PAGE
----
Faster Internet Access for Mac Users
Internet access on the Mac has been getting a lot of bad reports, since it is slightly slower opening a page on the Mac than opening the same page on a PC. Choosing a good Internet connection is key to getting pages to load quickly on your Mac.
A lot of people still use dialup connections, and that's fine. But if you have an older Mac, it probably came with an older modem. Even upgrading your 28.8 or 33.6 modem to 56K may greatly improve page loading times, but it depends what type of machine you have in order to know whether it is worth upgrading to a faster modem. If you've got anything with a processor slower than 200 MHz, you may not notice much of a difference. [Editor's note: You may notice a difference even on something as old as a Quadra.]
But there is another option for those who have it in their area - a high speed connection. There are two basic types that are commonly offered: DSL and cable modems. While both offer high speed downloads, DSL tends to offer slower uploads. Some DSL providers also require you to install software on your computer, which may or may not be compatible with Mac OS X. Be sure you check with your local provider to make sure your machine is compatible before signing up for service.
The only thing you need to use a high speed connection on your Mac is an Ethernet port, and most Macs have them built in already. If yours doesn't, PCI Ethernet cards are available in most computer stores - just make sure the one you pick out has Mac drivers.
There are also several different browsers you can use instead of the default Internet Explorer. I have found that I really like OmniWeb, from the Omni Group. It is extremely fast, has a very nice interface that goes well with the Mac OS X Aqua scheme, and has an easy to customize Bookmarks drawer, which I find easier than IE's "folder" for bookmarks. OmniWeb gives you the option to block common banner, skyscraper, and other ad sizes. However, sometimes other images can have these proportions, and OmniWeb will block them, too.
You might also try iCab. Another one of the "fast browsers," iCab works under Mac OS versions from the 7.x range all the way up to 10.1.5. With some nice features - like an option to block images from specific servers and a kiosk mode that lets you hide everything but the browser and require a password to get back to your desktop - iCab has found many users.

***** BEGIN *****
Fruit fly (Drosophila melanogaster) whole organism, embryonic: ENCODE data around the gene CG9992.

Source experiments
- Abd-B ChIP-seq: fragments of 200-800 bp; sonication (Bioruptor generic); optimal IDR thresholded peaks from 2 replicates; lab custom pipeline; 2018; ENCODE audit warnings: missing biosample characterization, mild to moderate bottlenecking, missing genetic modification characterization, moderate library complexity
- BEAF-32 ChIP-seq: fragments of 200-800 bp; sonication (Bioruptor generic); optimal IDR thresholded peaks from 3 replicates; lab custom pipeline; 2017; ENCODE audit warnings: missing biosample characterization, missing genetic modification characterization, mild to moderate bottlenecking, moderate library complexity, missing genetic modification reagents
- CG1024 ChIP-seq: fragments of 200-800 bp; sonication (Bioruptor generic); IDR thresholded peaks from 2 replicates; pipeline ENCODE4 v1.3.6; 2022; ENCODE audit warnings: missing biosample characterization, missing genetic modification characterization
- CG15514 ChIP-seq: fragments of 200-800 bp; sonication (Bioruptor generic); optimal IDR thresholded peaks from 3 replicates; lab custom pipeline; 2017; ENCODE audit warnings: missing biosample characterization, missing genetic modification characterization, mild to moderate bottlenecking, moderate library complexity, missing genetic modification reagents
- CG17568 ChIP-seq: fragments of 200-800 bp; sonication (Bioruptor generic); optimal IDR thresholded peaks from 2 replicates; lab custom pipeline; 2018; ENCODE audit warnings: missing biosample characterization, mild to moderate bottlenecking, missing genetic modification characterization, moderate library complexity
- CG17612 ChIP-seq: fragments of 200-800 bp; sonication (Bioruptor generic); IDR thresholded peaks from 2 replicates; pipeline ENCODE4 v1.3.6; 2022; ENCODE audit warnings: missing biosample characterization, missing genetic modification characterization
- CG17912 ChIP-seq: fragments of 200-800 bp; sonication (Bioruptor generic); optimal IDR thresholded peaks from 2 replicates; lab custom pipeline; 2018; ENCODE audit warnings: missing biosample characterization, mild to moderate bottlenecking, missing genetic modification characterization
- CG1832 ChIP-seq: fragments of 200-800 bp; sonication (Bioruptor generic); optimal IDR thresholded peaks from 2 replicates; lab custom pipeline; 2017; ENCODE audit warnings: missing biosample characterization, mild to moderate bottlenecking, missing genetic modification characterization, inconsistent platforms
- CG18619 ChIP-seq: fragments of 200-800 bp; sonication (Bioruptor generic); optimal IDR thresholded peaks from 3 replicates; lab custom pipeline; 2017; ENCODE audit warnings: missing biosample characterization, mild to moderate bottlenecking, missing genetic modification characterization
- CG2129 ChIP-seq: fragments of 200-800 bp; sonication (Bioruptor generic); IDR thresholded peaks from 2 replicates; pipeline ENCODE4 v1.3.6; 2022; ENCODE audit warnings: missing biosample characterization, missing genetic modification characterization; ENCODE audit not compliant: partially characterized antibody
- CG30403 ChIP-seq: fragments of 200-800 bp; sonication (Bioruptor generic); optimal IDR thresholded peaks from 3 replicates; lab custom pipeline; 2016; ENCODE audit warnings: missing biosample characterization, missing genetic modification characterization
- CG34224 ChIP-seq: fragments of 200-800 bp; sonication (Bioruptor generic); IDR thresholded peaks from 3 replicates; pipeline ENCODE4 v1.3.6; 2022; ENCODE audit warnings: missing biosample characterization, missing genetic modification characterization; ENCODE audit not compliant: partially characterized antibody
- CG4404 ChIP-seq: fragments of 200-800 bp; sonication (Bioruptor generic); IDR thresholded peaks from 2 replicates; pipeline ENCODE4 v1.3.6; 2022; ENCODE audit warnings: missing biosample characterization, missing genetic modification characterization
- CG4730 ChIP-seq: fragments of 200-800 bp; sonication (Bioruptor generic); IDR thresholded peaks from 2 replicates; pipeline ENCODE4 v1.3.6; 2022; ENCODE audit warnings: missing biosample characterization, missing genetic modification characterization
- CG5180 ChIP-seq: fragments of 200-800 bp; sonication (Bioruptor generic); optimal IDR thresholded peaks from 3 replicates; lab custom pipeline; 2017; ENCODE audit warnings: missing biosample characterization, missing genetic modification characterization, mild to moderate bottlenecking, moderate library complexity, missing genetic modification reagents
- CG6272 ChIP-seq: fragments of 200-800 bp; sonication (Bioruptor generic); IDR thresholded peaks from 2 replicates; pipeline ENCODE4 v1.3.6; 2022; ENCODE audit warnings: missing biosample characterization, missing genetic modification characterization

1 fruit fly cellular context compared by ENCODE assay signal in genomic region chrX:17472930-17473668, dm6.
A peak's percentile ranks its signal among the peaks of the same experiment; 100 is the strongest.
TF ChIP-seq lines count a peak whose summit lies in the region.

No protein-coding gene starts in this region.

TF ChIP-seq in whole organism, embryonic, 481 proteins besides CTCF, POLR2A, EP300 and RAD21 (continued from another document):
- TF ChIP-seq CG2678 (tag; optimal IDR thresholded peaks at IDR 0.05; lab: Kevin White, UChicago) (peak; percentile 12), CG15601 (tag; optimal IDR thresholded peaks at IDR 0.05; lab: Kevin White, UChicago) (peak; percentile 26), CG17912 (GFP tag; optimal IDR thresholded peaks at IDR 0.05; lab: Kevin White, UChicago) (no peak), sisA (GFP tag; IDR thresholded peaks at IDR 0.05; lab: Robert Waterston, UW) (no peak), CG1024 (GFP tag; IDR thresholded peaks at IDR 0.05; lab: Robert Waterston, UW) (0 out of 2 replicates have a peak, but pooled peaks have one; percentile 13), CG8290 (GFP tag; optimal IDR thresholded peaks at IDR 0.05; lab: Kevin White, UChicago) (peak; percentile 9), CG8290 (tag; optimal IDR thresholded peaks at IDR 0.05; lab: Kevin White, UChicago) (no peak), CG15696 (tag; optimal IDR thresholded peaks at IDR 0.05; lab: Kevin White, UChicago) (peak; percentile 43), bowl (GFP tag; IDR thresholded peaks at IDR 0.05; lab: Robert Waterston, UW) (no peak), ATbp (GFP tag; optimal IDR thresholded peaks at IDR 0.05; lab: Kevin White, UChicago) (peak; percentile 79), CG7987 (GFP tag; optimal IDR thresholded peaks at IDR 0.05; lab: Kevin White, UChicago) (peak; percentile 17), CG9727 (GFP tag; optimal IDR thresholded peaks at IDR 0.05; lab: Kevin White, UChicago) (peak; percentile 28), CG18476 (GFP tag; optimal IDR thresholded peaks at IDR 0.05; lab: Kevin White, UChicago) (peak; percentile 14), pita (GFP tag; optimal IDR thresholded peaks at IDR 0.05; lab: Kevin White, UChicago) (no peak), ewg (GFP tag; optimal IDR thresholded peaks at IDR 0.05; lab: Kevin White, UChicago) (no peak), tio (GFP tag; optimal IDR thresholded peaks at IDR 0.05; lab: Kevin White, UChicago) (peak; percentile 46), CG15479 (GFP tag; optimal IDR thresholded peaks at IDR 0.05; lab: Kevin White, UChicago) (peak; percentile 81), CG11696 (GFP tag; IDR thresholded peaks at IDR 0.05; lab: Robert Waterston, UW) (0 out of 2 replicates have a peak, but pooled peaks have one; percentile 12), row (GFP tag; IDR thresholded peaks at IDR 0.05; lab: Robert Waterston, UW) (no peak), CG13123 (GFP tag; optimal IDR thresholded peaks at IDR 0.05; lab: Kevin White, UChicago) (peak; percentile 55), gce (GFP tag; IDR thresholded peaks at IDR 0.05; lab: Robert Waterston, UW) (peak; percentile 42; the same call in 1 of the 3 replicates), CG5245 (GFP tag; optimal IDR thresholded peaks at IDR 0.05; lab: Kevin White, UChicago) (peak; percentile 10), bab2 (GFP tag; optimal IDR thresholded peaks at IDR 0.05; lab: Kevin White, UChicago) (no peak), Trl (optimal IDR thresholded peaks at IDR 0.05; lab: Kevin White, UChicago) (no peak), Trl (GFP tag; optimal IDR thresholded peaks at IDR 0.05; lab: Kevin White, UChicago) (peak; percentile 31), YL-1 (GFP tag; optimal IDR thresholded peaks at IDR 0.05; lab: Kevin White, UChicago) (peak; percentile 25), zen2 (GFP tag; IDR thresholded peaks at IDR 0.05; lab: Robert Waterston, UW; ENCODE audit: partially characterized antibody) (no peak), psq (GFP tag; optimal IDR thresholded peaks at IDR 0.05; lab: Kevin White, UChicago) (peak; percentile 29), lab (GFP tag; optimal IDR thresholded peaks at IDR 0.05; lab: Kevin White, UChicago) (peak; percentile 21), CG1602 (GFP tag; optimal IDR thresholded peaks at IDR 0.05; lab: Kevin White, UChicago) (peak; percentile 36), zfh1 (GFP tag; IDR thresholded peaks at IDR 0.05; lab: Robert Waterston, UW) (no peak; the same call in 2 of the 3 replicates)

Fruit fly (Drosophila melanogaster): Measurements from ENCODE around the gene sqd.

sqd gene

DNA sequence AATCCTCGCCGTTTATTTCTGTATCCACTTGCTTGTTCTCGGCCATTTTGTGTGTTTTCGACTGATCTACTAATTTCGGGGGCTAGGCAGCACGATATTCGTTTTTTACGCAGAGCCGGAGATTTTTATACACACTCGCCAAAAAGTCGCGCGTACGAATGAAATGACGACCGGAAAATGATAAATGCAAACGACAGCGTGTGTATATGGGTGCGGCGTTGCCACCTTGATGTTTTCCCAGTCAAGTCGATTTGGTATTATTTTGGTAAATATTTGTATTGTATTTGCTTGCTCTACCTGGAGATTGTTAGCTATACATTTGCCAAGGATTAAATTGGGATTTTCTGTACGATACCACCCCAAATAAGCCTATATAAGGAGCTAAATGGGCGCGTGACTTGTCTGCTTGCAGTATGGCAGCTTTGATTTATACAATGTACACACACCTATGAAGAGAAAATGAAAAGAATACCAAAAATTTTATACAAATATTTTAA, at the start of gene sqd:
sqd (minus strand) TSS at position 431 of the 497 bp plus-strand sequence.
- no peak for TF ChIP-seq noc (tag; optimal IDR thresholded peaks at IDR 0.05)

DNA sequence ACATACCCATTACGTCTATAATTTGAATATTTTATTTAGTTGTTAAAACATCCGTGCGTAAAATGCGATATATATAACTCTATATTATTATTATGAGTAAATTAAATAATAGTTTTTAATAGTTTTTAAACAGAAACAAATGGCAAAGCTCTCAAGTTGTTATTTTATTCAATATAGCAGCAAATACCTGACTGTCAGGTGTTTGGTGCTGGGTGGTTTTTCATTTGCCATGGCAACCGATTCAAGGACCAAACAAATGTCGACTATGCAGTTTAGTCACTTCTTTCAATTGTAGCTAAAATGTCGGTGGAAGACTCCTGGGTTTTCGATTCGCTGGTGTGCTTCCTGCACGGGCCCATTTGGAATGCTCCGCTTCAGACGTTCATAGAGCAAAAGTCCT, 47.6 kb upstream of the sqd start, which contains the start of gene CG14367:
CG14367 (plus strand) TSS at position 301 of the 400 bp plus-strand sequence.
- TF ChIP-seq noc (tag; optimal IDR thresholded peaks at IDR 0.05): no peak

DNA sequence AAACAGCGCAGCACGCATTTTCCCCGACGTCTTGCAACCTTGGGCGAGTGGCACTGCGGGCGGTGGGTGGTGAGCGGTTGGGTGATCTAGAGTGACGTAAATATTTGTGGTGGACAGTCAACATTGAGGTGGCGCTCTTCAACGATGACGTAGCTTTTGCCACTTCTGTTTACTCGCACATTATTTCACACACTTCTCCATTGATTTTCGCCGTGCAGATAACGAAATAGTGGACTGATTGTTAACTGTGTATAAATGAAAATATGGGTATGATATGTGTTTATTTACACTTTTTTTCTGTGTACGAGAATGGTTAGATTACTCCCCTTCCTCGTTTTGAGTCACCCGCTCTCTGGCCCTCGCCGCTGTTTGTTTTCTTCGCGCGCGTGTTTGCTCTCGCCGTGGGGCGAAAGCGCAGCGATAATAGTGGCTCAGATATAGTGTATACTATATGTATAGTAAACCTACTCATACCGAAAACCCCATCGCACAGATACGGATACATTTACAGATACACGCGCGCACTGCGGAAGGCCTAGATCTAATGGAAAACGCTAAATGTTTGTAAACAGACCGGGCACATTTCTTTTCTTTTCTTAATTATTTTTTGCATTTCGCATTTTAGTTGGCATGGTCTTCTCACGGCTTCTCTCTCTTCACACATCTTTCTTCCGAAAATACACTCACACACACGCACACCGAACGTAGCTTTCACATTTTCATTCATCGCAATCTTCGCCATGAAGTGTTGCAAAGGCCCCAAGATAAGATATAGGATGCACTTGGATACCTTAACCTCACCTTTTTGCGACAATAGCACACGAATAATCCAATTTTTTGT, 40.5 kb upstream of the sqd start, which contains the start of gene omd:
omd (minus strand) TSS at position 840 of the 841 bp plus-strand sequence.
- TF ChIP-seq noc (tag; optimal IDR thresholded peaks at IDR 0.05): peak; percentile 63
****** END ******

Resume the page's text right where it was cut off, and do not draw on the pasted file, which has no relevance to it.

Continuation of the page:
Mozilla or Netscape is another option. Pages load very quickly, but the browser's interface is clumsy, slow, and very different from Internet Explorer, OmniWeb, iCab, or the old Netscape 4.x. One nice feature is that you can block the terribly annoying popup ads with just one check of "Don't open unrequested windows." It seems to work very well.
However, I find that I really prefer the old Netscape, 4.x when using Mac OS 9. The reasons? It's small, relatively quick, and has an interface that I like. You can still download Netscape 4.08 and 4.7 at netscape.com.
If you do decide to upgrade to a broadband connection, there are a couple tools that can optimize your Internet experience. First of all, if you use OS X, you might download Broadband Optimizer. It changes some network settings so that your Mac OS X computer can load websites and download files more quickly, although your mileage may vary.
Speed Download helps your downloads happen a little faster if you are running Mac OS 8.6 or later. It works with a variety of browsers and claims to be five times faster than using the browser's built in download application.
Please note that I haven't verified the claims written by the developers of these applications.
There are a lot of choices to make when using the Internet - what connection type to get, what browser to use, and what type of tweaks to perform. Hopefully this article helps you understand a few of the many options that you have.
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